How does it feel to jump from a helicopter flying at 11,000 feet, accelerate in free fall, discover that your parachute won't open and hit an asphalt runway at 90 mph? Gregory White Smith '73 thinks he knows: it feels a lot like being told that you have three, maybe six months to live.
Smith is the author of Making Miracles Happen, which chronicles his own journey through the medical establishment and those of people like Darren Weber, a Special Forces sergeant who lived through a terrifying parachuting accident in 1991. Weber broke about every bone worth having (some in several places), bruised his lungs and tore his liver. Several surgeries later, though, he's alive, which no one thought was possible, and the only residual effect of his accident is a slight limp.
Smith, too, is alive, also unexpectedly. Ten years ago last Christmas, when a brain tumor diagnosed a decade before turned malignant, Smith was told that he would probably not live to the end of the coming year. That night, having smashed metaphorically into a runway of his own, he gorged on sweet rolls and thought about dying in his mid-30s.
Then Smith turned a corner. He seized on "probably." Smith decided that no doctor could know for certain when he or anyone else would die but could only deal in generalities and probabilities, like a weather forecaster, and he determined that if it were possible to beat his disease, he could find the way. What follows in Making Miracles Happen is both the story of Smith's travels and travails in search of treatment and the recounting of many similar stories of others who refused to accept "no hope" for an answer.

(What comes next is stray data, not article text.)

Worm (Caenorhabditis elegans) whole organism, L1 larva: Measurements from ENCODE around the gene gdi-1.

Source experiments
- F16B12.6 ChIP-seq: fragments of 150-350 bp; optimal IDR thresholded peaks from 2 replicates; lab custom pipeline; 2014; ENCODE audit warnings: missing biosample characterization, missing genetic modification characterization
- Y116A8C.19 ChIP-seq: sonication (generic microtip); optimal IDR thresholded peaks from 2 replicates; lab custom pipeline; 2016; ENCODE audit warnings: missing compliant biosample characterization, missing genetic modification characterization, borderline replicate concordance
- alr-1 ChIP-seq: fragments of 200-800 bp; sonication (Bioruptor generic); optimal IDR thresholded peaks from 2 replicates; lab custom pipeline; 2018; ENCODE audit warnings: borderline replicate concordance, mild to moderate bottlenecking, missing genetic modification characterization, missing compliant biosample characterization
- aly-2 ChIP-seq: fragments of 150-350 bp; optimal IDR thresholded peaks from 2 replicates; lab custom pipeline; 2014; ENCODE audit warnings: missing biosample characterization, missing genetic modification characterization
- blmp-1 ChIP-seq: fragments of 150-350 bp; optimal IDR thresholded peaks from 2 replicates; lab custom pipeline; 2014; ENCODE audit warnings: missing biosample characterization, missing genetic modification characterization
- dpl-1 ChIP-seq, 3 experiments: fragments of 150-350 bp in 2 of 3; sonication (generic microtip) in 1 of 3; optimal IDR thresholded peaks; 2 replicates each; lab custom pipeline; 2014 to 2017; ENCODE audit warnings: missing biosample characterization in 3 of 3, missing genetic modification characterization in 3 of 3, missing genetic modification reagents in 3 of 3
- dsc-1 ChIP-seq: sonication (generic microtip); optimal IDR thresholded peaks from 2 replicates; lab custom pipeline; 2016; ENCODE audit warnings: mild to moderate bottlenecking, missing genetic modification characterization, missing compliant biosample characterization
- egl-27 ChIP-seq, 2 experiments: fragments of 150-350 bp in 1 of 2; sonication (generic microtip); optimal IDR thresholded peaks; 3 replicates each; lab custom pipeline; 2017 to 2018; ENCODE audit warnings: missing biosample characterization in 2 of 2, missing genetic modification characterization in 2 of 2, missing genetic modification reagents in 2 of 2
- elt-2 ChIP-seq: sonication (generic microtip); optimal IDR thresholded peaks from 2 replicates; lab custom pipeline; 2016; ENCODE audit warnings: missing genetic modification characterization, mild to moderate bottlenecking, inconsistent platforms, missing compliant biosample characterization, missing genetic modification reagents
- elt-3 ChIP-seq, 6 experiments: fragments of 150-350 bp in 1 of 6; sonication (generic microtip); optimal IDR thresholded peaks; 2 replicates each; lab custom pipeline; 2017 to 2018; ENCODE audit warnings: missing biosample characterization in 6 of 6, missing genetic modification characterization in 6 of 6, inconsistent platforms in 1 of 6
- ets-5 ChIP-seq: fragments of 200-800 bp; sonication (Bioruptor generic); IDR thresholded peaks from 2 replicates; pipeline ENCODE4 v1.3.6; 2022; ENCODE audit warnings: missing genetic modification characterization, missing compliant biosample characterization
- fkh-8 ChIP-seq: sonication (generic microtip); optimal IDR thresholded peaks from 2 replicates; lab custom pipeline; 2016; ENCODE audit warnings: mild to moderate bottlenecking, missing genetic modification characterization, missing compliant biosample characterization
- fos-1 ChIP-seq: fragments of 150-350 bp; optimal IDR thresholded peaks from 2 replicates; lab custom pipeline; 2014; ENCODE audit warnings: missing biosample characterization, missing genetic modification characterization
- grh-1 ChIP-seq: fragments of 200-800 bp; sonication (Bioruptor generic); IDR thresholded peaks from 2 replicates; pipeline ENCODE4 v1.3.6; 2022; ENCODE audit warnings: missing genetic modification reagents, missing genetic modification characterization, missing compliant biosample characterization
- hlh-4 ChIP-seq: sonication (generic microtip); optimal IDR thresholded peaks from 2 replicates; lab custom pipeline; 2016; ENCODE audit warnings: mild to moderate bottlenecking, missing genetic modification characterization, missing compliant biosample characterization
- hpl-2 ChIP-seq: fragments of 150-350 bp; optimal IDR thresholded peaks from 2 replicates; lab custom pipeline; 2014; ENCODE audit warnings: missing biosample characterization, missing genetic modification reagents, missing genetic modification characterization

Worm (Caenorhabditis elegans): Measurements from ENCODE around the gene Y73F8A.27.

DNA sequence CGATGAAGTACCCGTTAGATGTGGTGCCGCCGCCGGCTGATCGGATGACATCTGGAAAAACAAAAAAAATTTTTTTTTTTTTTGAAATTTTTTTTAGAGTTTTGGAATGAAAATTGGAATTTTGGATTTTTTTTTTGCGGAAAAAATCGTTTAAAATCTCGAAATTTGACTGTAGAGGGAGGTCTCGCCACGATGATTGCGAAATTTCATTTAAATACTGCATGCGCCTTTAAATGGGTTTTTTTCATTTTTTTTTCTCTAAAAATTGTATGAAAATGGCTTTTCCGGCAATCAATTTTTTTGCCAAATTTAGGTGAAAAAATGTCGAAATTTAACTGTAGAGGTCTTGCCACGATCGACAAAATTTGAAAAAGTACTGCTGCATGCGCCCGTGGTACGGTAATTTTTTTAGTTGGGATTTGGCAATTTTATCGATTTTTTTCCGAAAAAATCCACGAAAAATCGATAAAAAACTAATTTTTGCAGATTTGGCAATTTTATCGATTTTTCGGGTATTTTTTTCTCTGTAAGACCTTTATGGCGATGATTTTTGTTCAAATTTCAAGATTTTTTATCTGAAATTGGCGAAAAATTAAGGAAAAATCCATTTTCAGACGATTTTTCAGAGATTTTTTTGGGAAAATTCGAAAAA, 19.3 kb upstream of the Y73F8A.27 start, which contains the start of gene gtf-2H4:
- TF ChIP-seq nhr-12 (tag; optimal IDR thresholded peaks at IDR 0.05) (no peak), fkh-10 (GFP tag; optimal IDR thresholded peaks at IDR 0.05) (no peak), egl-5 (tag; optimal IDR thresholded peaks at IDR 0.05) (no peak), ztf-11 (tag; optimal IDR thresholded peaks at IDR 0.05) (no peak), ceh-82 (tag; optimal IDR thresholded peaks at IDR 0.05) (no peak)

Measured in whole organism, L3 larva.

Smith writes that people with catastrophic illnesses have a few things in common. Foremost is the sense that they are, indeed, in free fall. Receiving a frightening prognosis, Smith says, is "having your life yanked out from under you. People describe it in different ways--`powerless,' `fragile,' `vulnerable'--but it comes down to this: suddenly, the one thing you thought you had complete dominion over, your body, is in open revolt; and the one thing most important to you, your future, is in somebody else's hands." Inculcated with the idea that "a doctor is a doctor is a doctor" (a notion Smith says is encouraged by medical associations), we listen to one prognosis, perhaps two or three, and then we stop looking for answers. Smith contends that those patients who succeed in finding doctors to care for them properly are the ones who can push beyond their long-held boundaries and see that some doctors are more experienced at some procedures than others, some have better facilities, some are working with experimental treatments that won't be written up for years but are available now--and some are simply more talented than others.